AMMAN: Israel faces mounting regional and international pressure over the deaths of Palestinian protesters on the Gaza border, with South Africa, Turkey, Belgium and Ireland withdrawing their ambassadors from Tel Aviv and the UN Commission on Human Rights calling for an independent inquiry.
Almost 60 Palestinians were killed in clashes with Israeli troops during protests to mark the 70th anniversary of Nakba — the expulsion of Palestinians from their homes — and the opening of the US Embassy in Jerusalem.
Saudi Arabia’s Cabinet on Tuesday reaffirmed the Kingdom’s rejection of the decision to move the US Embassy to Jerusalem, a day after its official opening.
“This step represents a significant bias against the historical, permanent rights of the Palestinian people in Jerusalem,” an official statement said.
Secretary-General of the Palestine Liberation Organization (PLO) Saeb Erekat said that the Palestinian leadership would file a legal case against Israel with the International Criminal Court over settlement activity on occupied Palestinian territory.
Former Jordanian Deputy Prime Minister Marwan Muasher, now senior vice president for studies at the Carnegie Endowment for International Peace, told Arab News that the killing of Palestinian protesters, coupled with the move of the US Embassy to Jerusalem, shows why “Israel cannot be trusted” to bring about peace in the region.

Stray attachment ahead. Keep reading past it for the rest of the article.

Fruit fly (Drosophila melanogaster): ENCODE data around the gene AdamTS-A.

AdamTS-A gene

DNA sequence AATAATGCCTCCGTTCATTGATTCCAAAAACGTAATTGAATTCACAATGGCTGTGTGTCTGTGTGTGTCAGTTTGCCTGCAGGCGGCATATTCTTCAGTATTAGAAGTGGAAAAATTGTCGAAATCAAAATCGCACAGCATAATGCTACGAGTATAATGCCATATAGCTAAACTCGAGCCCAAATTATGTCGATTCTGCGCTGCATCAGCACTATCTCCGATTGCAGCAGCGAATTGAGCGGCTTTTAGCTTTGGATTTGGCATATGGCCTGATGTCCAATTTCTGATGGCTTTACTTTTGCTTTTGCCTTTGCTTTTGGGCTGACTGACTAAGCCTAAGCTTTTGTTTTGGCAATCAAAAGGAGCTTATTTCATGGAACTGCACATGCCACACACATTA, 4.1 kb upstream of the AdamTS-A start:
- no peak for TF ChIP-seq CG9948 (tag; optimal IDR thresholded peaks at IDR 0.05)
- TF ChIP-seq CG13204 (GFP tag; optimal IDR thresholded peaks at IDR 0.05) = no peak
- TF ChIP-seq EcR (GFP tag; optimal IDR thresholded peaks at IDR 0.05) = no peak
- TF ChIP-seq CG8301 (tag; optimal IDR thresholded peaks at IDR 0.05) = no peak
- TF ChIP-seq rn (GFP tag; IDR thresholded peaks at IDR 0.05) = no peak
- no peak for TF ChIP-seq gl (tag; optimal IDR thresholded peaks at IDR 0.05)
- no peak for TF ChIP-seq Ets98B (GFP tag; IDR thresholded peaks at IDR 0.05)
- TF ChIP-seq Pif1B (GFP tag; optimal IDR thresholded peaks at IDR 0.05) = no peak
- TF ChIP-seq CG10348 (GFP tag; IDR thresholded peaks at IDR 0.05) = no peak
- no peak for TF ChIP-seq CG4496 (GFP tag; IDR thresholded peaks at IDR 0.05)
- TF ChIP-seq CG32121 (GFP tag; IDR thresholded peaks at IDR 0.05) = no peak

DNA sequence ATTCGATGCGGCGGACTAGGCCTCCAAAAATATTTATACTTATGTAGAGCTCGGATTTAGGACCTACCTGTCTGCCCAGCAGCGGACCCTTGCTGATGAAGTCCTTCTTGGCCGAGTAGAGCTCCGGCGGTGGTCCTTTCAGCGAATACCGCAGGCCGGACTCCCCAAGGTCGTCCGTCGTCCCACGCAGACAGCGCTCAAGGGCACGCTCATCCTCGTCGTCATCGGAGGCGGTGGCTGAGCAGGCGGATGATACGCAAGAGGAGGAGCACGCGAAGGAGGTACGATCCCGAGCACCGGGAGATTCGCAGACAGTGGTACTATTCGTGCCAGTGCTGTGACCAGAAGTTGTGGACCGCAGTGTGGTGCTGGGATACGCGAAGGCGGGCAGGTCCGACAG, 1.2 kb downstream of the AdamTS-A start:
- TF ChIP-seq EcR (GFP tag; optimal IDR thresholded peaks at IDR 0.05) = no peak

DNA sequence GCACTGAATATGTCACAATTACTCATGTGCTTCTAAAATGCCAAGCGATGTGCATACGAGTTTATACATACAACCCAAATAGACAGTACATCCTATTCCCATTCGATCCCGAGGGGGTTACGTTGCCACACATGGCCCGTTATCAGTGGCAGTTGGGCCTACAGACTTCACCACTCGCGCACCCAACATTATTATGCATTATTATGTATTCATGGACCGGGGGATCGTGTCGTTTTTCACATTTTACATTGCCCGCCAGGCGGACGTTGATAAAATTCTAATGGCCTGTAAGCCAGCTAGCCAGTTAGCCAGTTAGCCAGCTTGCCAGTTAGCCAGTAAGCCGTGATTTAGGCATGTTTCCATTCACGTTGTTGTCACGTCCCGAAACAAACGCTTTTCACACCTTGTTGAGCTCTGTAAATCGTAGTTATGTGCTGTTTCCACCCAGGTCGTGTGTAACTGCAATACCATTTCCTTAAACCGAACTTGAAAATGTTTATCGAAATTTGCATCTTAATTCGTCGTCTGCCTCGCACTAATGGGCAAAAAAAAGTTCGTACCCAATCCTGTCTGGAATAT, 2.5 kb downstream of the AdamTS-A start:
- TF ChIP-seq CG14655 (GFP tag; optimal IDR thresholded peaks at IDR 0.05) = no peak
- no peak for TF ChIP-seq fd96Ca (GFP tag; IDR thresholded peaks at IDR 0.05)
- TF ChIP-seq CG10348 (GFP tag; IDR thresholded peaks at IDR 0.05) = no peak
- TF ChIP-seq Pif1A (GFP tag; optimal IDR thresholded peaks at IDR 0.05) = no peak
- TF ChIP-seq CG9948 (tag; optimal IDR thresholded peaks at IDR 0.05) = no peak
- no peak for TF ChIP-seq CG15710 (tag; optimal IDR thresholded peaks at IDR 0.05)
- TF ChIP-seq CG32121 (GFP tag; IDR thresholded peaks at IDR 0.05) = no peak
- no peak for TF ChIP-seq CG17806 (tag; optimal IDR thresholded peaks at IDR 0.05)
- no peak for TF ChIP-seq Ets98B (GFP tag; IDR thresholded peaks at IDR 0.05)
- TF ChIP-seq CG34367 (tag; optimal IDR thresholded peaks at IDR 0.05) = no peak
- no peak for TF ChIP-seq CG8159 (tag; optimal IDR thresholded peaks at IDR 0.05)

“I believe Jordan’s preferred course of action is the adoption of a policy that would keep Palestinians on their soil and that would not cooperate with Israel in any way,” he said.
Nour Al-Emam, a lawyer and member of the Palestine National Council, said the US was now complicit in the killings of unarmed Palestinians by the Israeli occupiers.
Media coverage of the killings in Gaza has also been criticized. Writing on his personal Twitter account, media specialist Mureed Hammad said that the “world media has shown a different face to dealing with Palestinian blood.”
James Martin, a Jesuit priest and editor-at-large of the Jesuit magazine America, condemned The New York Times for saying that Palestinians had “died” rather than Palestinians were “killed.”
Some Arab voices are also objecting to the silence of many Arab leaders. Mohammad Ersan, the host of a Radio Al-Balad talk show in the Jordanian capital, ended his program on Tuesday by asking if the Israeli ambassadors in neighboring countries would be sent home. His comment followed a decision by Turkey to order Israel’s ambassador to leave.
Veteran Israeli peace activist Gershon Baskin told Arab News that the opening of the US Embassy in Jerusalem “is harmful to chances of peace and goes against international accepted positions that the future of Jerusalem must be decided and resolved by Israel and Palestine together.”